Ahmadinejad has come under fire from opponents close to Iran’s top leader Ayatollah Khamenei over alleged
involvement in bank fraud, a situation which reveals a bitter power struggle with the spiritual authority.
Iranian President Mahmoud Ahmadinejad has accused his critics of stabbing him in the back by using a recent banking scandal to tarnish those close to him.
“Unfortunately some are just waiting to stab the government in the back although such efforts were and will be doomed to fail,” he said Oct. 5 in an interview with state television.
Ahmadinejad was referring to a recent embezzlement scandal involving more than $2.5 billion from the country’s biggest bank, Bank Melli, which hard-line opposition politicians attempted to connect to some of the president’s advisers.
Twenty-two suspects, including businessmen and bank officials, have been arrested. The head of Bank Melli resigned and reportedly fled the country over the affair, and some politicians have called for the central bank governor and economy minister to be fired in what has become a partisan blame game ahead of a parliamentary election in March.
The hard-line daily Kayhan said the mastermind behind the fraud had links with Ahmadinejad’s chief of staff, Esfandiar Rahim Mashaei. The publisher of another conservative daily, Siyasat-e Rouz, said that some of the stolen money was given to a “deviant current” of advisers for use in the parliamentary election campaign, Reuters reported.
‘Traitorous hands will be cut’
Iran’s supreme leader criticized the government on Oct. 3 for failing to prevent the embezzlement, weighing into the political blame game over the biggest bank fraud the country has ever seen. Ayatollah Ali Khamenei is Iran’s spiritual leader and highest authority. His veto is final in Iranian political affairs.
Khamenei said there should be “no mercy” for the defendants who allegedly used forged documents to obtain credit at one of Iran’s top financial institutions, Bank Saderat, to purchase assets, including major state-owned companies. “People should know all those [responsible] will be pursued. … God willing, the traitorous hands will be cut,” said Khamenei, who has the final say in all state matters in Iran, in remarks broadcast on state TV.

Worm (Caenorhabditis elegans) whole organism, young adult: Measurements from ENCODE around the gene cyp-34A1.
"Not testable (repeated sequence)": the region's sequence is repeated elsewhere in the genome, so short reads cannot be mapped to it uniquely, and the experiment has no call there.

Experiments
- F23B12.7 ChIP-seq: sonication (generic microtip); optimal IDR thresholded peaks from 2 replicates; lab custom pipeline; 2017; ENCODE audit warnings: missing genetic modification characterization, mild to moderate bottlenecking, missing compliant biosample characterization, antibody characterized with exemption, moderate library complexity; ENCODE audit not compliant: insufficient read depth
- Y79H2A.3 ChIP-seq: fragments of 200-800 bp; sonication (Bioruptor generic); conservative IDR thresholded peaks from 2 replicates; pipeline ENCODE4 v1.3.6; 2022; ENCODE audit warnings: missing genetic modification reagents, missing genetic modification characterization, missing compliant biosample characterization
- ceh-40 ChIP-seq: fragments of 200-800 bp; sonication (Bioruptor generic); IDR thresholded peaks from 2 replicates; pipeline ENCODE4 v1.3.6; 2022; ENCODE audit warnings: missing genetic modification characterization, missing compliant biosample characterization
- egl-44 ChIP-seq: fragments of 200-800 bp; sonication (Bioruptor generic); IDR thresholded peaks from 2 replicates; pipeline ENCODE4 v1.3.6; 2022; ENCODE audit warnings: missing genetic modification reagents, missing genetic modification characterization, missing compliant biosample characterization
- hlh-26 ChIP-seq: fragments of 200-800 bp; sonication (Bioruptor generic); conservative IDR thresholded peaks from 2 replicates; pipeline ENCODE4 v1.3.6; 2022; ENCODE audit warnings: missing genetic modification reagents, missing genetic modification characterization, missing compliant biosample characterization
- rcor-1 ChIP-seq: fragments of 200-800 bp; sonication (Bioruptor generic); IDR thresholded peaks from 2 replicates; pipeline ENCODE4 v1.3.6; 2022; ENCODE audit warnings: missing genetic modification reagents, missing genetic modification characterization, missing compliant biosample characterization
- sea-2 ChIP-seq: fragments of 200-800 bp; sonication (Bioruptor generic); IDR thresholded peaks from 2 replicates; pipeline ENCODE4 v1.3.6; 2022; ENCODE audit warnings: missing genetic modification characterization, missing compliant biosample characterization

Islamist hard-line legislators loyal to Khamenei have signed a letter accusing the government of fraud, the semi-official Mehr news agency reported Oct. 3. They sent the parliamentary commission a letter requesting specifically that Ahmadinejad be included in the investigation, according to CNN.
That adds to pressure on Ahmadinejad, who was already under fire from hard-line conservatives who have accused him of being in the thrall of the “deviant current” of advisers trying to undermine the authority of Khamenei and the clergy’s role in the Islamic republic.
Ahmadinejad has vehemently rejected accusations that anyone in his government is linked to the fraud. “The government had no role in this affair and the banking system itself discovered the fraud,” Ahmadinejad said.
Some supporters of Khamenei believe that Mashaei is trying to increase his political influence by undermining clerical power and appealing to young people by advocating greater cultural openness.
Iranian newspapers have blamed Iranian businessman Amir-Mansour Aria for masterminding the scam, which reportedly began in 2007, with activity dramatically increasing in the months before the scandal broke in September.
Aria heads a business empire that includes more than 35 companies involved in activities ranging from mineral water production and the importation of meat from Brazil to a football club, the Associated Press reported.
Conservatives accuse Mashaei and others of trying to challenge the authority of Iran’s theocracy. Dozens of Ahmadinejad allies have been arrested in the past month in unrelated crackdowns that have effectively killed the political future for Mashaei, who had been seen as a possible successor to Ahmadinejad in 2013.